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Frankenstein by Mary Shelley
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Frankenstein (1831)

by Mary Shelley

Other authors: Harold Bloom (Afterword)

Other authors: See the other authors section.

MembersReviewsPopularityAverage ratingMentions
25,31345944 (3.81)1352
  1. 333
    The Strange Case of Dr. Jekyll and Mr. Hyde by Robert Louis Stevenson (SanctiSpiritus)
  2. 212
    The Island of Dr. Moreau by H. G. Wells (Liondancer, artturnerjr)
    Liondancer: another scientist whose creatures get out of control
    artturnerjr: Both books share a similar blend of science fiction and horror.
  3. 191
    Dracula by Bram Stoker (MarcusBrutus, Cecilturtle, LitPeejster)
  4. 71
    The Journals of Mary Shelley, 1814-1844: 1814-1822 (Journals of Mary Shelley, July, 1814-1822) by Mary Wollstonecraft Shelley (JessamyJane)
  5. 82
    The Golem by Gustav Meyrink (Kolbkarlsson)
  6. 30
    Grendel by John Gardner (sturlington)
    sturlington: Both books attempt to get into the mind of a monster.
  7. 63
    Dracula [Norton Critical Edition] by Bram Stoker (Nubiannut)
  8. 41
    The War of the Worlds by H. G. Wells (Morteana)
  9. 41
    The Sand Man / The Deserted House by E. T. A. Hoffmann (Nickelini)
    Nickelini: Written within a year of each other, Hoffmann's The Sandman and Shelley's Frankenstein both feature man-made beings. And both have been adapted beyond recognition.
  10. 20
    Sielun pimeä puoli : Mary Shelley ja Frankenstein by Merete Mazzarella (GoST)
  11. 31
    Frankenstein: A Cultural History by Susan Tyler Hitchcock (FFortuna)
  12. 20
    The Hidden by Richard Sala (Michael.Rimmer)
  13. 10
    The Sorrows of Young Werther by Johann Wolfgang von Goethe (leigonj)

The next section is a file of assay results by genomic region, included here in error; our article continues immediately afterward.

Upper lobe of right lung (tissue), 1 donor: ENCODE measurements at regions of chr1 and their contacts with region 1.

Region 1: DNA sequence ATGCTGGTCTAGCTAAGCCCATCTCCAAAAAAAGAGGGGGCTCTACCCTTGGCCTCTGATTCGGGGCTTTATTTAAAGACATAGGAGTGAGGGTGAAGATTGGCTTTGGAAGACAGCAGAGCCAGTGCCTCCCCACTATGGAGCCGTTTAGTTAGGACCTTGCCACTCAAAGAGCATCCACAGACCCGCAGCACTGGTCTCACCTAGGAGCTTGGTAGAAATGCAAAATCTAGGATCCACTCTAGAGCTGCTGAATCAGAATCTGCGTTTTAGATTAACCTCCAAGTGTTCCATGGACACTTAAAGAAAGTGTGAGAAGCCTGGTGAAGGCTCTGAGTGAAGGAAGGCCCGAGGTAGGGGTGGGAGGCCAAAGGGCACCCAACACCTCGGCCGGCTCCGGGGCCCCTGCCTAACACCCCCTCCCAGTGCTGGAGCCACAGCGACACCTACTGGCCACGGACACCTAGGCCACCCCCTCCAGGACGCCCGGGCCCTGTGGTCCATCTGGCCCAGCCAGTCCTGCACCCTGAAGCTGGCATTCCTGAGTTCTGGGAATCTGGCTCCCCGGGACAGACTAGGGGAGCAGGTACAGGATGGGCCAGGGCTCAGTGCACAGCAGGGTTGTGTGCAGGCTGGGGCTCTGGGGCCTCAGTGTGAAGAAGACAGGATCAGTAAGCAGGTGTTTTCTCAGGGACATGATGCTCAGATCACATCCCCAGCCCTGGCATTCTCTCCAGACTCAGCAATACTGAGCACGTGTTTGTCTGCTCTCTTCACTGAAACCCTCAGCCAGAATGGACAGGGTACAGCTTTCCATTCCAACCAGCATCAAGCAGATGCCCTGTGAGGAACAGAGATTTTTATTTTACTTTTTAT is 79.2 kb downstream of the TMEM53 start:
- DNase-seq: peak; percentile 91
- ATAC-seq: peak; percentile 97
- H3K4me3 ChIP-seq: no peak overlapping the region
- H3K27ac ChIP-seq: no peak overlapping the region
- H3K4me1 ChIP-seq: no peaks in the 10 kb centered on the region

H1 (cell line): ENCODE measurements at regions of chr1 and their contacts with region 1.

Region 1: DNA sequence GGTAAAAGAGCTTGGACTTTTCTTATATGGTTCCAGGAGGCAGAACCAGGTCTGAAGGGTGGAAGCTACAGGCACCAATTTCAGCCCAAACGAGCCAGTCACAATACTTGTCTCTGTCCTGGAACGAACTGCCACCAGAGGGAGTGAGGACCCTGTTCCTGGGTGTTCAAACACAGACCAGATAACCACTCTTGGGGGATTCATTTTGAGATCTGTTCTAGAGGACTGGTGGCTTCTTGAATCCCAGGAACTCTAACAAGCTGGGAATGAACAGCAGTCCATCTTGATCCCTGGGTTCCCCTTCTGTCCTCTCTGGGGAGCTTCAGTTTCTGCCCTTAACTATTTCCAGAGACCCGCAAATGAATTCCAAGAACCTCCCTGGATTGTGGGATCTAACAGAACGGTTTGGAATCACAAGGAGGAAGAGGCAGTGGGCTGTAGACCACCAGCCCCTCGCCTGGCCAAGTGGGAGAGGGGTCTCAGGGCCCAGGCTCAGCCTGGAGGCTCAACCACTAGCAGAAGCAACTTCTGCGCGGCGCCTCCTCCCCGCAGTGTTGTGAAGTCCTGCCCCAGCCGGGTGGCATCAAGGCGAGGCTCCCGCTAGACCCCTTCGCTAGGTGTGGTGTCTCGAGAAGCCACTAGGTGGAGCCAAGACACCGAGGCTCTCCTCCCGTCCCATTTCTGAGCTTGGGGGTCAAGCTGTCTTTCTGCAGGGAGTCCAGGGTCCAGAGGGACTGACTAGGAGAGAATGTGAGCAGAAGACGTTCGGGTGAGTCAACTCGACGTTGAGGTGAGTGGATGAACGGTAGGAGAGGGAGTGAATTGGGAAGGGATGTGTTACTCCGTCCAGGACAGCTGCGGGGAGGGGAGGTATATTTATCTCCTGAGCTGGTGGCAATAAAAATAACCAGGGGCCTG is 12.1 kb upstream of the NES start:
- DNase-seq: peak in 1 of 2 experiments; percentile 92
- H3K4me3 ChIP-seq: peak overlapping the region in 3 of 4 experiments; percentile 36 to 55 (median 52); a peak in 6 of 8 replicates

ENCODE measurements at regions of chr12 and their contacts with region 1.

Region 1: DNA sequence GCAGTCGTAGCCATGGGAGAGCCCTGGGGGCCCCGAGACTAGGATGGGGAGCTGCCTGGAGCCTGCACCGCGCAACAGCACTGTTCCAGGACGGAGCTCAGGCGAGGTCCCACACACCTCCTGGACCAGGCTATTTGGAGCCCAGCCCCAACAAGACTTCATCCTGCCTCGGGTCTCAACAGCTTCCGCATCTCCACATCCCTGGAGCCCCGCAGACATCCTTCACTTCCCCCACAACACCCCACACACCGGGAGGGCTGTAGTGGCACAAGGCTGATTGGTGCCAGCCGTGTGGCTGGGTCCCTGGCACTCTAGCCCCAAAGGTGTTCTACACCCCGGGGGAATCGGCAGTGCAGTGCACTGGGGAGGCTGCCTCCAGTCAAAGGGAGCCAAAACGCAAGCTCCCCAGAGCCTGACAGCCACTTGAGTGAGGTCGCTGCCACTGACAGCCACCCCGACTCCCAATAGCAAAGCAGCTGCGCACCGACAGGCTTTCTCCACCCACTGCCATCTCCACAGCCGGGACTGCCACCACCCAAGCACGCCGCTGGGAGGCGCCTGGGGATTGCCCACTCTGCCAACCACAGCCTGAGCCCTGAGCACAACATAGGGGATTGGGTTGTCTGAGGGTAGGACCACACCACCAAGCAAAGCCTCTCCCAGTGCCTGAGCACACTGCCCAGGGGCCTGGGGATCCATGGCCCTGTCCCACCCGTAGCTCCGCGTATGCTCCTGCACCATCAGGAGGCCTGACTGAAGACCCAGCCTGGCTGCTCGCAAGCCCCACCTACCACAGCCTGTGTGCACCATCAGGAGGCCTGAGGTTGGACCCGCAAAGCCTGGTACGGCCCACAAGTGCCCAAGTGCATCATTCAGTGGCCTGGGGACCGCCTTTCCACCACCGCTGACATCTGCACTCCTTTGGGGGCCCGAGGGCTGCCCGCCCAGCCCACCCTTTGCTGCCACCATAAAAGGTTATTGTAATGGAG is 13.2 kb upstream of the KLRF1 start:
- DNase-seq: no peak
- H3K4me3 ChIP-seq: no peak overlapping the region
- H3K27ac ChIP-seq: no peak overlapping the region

leigonj: The romantic elements of Frankenstein are clearly influenced by Goethe's classic of the genre. I was not in the least surprised when it was referred to directly in the text.
  14. 10
    The Mysterious Stranger and Other Stories (Dover Thrift Edition) by Mark Twain (JolieLouise)
    JolieLouise: The Mysterious Stranger is about a creator's treatment of his creation.
  15. 21
    Prometheus Bound by Aeschylus (thecoroner)
  16. 54
    Oryx and Crake by Margaret Atwood (mcenroeucsb)
    mcenroeucsb: Both are novels about the horrendous consequences that arise from excessive human meddling with nature, i.e. "playing God."
  17. 32
    The Diamond Lens by Fitz-James O'Brien (Anonymous user)
  18. 11
    Poor Things by Alasdair Gray (bertilak)
  19. 23
    The Memoirs of Elizabeth Frankenstein by Theodore Roszak (Cecrow)
    Cecrow: A modern sequel
  20. 24
    The Merciful Women by Federico Andahazi (Mahlatikka)

(see all 22 recommendations)

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» See also 1352 mentions

English (441)  French (4)  Spanish (4)  Danish (3)  German (2)  Swedish (1)  Finnish (1)  Hungarian (1)  Italian (1)  All (458)
Showing 1-5 of 441 (next | show all)
This is the first time I read the classic Frankenstein. I've seen movies and read variations. They always make the monster seem so relatable. However, after reading the original story, I find the monster to be malevolent and detestable. It wasn't his fault that Victor gave him life and made him hideous. I understand him being angry and lonely and lost. I get that he is looking for someone to understand him and accept him for who he is. And I get that he blames Victor, with good cause. But he kills innocents.

I enjoyed the story and felt awful for Victor. He made a huge mistake and he paid dearly for it. ( )
  Jadedog13 | Mar 10, 2017 |
Much better plot than the movies. Monster created by the meddling hands of man (the modern Prometheus of the subtitle) yet made evil by man's lack of compassion. Victor spends years studying how to create life and when he does so he immediately runs away. He is not the most robust of men. He swoons, holidays for months and runs away throughout the book. Frankenstein is a bit of an idiot really and his creation has more substance. The conversations between the two were highlights.

At times it was slightly surreal (aside from the basic plot). The monster stalking Victor like his nemesis all over Europe and indeed to the Arctic. When he appears suddenly on a remote Orkney island where Victor is trying to create a female version for the monster was almost farcical. I was almost laughing out loud at this point.

I enjoyed this but the style was a bit flowery and bloated and some perseverance is required. Worth it though. ( )
  Lord_Boris | Feb 21, 2017 |
Nice illustrations ( )
  LouieAndTheLizard | Jan 19, 2017 |